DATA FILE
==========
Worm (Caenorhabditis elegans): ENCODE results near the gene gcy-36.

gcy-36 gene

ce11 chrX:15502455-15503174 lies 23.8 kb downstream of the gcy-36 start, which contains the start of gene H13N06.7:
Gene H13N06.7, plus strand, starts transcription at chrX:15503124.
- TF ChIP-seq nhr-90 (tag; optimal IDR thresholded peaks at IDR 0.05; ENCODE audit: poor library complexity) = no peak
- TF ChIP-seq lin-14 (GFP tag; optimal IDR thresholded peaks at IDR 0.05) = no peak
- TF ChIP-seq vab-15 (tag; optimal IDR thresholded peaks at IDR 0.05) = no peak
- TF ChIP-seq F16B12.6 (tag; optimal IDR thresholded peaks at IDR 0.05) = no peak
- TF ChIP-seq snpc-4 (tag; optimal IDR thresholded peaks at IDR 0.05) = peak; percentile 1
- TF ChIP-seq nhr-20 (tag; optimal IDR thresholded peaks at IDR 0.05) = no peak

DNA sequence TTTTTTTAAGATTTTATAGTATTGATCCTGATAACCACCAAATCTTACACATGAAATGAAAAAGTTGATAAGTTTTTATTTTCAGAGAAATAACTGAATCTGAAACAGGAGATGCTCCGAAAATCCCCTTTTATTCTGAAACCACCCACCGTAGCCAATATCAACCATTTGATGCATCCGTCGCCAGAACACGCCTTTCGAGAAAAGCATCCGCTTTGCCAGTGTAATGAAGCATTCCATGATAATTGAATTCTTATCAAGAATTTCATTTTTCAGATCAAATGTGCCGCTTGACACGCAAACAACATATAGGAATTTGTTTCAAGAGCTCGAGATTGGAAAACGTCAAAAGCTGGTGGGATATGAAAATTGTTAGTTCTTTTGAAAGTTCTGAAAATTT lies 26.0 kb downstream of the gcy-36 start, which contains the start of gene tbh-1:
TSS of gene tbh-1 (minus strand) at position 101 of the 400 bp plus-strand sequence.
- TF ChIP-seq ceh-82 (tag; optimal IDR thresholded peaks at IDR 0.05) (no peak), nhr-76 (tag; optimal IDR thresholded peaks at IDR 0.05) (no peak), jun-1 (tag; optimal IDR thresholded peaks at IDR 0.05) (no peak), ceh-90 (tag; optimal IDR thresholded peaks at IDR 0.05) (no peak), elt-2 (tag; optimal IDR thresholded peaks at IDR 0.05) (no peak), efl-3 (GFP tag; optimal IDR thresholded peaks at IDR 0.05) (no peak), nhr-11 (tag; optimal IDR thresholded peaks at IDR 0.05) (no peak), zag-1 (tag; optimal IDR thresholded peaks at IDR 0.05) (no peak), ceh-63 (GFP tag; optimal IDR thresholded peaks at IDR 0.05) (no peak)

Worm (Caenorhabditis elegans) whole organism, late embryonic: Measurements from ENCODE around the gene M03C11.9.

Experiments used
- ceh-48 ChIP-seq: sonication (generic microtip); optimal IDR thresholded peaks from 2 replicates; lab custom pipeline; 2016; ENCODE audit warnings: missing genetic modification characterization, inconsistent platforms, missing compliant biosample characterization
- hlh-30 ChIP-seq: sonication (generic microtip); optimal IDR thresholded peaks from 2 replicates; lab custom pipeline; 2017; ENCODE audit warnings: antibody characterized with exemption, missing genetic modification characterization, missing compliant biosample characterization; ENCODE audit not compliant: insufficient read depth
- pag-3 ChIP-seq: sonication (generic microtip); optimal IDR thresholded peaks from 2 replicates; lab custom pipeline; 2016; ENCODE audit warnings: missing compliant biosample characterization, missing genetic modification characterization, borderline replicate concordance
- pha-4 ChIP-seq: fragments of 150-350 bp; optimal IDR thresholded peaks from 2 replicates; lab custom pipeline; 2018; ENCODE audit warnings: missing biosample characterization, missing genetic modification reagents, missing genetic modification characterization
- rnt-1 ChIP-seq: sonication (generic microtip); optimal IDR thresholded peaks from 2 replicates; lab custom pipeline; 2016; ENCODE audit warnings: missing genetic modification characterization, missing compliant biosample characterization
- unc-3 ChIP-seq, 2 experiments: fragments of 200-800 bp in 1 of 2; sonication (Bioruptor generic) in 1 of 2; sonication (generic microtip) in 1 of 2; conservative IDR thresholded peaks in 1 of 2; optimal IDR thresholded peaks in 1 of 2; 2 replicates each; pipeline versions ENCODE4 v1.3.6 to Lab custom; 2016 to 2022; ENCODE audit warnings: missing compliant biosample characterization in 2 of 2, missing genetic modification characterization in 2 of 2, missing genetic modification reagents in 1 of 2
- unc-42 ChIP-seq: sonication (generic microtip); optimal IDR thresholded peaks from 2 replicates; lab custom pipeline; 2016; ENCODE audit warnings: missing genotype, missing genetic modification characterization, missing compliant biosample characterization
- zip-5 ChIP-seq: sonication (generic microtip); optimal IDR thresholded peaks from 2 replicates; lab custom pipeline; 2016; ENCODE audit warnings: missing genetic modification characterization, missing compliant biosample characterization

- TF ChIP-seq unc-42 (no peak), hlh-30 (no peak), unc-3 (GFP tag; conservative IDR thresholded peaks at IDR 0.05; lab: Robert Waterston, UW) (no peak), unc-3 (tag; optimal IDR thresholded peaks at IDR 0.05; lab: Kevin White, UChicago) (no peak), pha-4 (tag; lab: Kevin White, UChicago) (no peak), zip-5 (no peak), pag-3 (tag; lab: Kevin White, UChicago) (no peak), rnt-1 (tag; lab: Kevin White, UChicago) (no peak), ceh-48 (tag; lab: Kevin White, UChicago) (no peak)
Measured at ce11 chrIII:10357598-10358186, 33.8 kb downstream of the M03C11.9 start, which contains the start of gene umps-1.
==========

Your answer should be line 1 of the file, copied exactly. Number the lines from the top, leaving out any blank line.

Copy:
Worm (Caenorhabditis elegans): ENCODE results near the gene gcy-36.